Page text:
How contrast can skew our perception

The contrast principle affects the way we see judge or evaluate things when they are compared with another.  If we compare a beach ball and a tennis ball, we will perceive the beach ball to be big and the tennis ball small.  But when we compare the beach ball with the moon, we think of the beach ball as small.  In other words, our judgement and perception is relative, not absolute.

The contrast principle is used extensively in sales. For example, I worked for a company which sold stationary to schools.  To increase the order size, we used the contrast principle by saying that other schools (social proof) were buying 20 or thirty of a certain product.  We then asked, would you like to take the same or would 5 or 10 be better for you?  Usually they would choose 5 or 10 (if you were lucky then you may get an order for 30).  However, if the contrast principle was not used and the salesperson asked “how many do you want?”, the customer would usually buy 1 or 2.  The contrast between the suggested 30 and the possible 5 was so great that it made the 5 seems small.  But if the salesperson suggested 5 without the higher contrast then 5 would seem too many.

Robert Cialdini also gives the popular example of the hot/cold contrast.  A person sits with one hand in a bucket of hot water and the other in a bucket of ice cold water.  They then place both hands in to a single bucket of luke-warm water.  The result is that the person whose hand has been in the cold water perceives the new bucket to contain hot water, whereas the person whose hand has been in the hot water feels the water to be cold.  Have you ever had a very warm shower before jumping in to a public swimming pool?  Usually, this makes the pool feel colder then if you had just jumped straight in.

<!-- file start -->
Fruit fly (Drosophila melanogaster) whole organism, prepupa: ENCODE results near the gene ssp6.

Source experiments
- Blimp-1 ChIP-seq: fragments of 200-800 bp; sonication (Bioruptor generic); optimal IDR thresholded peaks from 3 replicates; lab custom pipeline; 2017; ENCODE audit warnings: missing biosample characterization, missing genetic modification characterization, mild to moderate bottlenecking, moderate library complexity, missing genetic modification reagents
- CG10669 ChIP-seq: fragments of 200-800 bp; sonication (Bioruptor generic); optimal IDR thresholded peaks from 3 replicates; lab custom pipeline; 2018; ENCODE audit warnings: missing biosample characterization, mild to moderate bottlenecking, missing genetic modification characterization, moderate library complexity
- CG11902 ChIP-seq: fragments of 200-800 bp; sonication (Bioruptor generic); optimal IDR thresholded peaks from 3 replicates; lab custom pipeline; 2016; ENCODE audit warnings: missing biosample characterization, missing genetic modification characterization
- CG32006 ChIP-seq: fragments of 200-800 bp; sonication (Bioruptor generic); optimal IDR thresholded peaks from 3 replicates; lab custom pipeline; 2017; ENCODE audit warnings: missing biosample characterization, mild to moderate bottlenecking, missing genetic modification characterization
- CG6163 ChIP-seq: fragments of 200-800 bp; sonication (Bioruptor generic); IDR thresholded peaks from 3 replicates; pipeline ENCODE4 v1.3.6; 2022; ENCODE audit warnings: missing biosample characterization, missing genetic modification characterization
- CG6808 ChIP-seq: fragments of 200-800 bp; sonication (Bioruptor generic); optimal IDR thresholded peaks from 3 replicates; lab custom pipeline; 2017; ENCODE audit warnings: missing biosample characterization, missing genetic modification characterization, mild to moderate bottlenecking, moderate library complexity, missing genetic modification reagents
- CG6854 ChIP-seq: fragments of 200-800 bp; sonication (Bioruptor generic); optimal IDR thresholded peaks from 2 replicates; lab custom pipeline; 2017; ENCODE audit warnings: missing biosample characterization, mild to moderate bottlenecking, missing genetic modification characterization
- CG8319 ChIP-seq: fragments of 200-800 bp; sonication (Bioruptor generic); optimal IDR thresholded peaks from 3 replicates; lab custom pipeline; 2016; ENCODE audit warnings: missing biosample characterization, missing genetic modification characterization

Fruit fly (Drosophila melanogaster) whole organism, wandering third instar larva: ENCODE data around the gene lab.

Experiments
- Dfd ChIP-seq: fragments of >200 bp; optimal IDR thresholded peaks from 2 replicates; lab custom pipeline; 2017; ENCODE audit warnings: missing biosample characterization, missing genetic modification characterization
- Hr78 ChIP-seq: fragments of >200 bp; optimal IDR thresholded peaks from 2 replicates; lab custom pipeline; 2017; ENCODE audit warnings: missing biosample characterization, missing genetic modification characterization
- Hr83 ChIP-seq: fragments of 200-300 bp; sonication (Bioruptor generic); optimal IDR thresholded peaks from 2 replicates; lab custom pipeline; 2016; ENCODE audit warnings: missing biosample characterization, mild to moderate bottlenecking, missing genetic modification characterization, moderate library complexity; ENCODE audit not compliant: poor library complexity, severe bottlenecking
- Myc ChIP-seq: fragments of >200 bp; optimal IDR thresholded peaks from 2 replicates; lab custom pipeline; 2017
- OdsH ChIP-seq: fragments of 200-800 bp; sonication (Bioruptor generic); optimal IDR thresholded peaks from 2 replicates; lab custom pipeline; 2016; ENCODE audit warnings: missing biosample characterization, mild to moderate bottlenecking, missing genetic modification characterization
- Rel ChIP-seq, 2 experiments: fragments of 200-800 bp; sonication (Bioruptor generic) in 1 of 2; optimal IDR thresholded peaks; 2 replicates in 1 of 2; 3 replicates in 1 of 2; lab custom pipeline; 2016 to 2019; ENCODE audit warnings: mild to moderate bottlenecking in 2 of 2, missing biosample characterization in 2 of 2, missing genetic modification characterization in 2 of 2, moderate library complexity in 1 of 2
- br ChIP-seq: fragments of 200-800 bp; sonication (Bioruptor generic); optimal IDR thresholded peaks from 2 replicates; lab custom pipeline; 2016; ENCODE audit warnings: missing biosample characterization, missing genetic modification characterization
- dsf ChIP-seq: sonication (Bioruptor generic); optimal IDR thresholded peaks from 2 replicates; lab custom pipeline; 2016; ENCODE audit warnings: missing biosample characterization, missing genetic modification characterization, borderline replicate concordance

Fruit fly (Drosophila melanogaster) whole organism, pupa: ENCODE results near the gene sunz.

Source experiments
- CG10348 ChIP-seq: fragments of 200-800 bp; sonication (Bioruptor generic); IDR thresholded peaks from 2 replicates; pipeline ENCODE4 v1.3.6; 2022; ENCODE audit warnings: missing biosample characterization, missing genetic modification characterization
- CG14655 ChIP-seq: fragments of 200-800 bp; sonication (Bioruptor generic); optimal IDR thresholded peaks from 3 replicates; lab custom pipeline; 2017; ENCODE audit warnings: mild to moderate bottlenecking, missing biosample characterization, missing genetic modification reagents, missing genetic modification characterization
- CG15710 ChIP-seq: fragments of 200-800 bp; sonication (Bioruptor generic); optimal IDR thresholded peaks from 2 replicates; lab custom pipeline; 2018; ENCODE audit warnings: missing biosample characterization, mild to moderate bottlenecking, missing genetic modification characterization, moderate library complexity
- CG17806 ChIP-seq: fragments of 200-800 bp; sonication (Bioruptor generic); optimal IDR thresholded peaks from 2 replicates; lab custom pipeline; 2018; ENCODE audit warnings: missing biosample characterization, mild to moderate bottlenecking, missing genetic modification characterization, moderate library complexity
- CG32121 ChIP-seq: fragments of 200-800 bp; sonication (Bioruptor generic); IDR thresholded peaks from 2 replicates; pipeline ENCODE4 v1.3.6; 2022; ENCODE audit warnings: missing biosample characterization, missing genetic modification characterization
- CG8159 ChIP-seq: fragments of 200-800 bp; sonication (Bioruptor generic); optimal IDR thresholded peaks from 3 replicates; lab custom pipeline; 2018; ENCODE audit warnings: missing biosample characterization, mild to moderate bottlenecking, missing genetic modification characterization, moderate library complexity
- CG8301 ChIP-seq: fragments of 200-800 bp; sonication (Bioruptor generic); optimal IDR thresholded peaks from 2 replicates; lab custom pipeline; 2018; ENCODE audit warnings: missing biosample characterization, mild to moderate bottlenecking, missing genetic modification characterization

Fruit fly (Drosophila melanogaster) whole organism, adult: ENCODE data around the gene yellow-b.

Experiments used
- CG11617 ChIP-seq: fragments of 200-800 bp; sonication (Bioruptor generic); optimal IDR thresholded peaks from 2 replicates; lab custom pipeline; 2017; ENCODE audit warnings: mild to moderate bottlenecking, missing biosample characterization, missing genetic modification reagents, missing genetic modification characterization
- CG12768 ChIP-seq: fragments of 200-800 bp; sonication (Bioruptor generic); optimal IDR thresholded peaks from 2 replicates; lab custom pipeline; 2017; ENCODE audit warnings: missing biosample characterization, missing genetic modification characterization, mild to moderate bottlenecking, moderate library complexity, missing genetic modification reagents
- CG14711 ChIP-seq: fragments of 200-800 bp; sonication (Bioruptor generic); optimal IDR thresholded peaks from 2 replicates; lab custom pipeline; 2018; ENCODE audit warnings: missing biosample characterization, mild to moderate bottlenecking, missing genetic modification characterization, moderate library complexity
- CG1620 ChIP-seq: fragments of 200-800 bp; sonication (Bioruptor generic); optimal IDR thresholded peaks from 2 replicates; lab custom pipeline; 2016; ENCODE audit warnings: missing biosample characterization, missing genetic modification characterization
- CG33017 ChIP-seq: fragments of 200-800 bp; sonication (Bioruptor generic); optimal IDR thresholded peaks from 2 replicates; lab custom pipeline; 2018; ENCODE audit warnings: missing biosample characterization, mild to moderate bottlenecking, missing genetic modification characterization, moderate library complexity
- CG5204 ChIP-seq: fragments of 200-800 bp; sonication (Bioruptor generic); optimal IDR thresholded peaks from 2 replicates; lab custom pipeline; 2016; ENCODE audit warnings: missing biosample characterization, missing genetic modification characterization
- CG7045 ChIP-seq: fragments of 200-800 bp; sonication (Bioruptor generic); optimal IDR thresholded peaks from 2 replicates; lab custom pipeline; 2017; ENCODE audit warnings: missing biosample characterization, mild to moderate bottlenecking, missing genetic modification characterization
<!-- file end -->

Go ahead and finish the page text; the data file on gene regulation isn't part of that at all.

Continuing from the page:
So, how does the contrast principle relate to personal development?  Well, one great way to make yourself value you what you have is to watch the news.  Now, I don’t like to watch the news without a conscious, system 2 thinking process to ensure that I am watching it with the contrast principle firmly in my mind.  There is so much bad news out there that without a positive reason for watching, it is very easy to get depressed and upset at the things which are happening in the world.  The contrast principle can help you to realise that the things which make you angry, stressed and frustrated are really just a drop in the ocean.  Also, by thinking proactively and using your internal locus of control, you can think of ways to improve the things you don’t like about the world.  That’s the difference between world leaders and the rest of the population, some people despair, some people deny, others don’t care, leaders decide and do.  Remember as Ghandi said, “You must be the change you want to see in the world”.

Further Reading: Dr Robert B Cialdini: Influence: The psychology of persuasion

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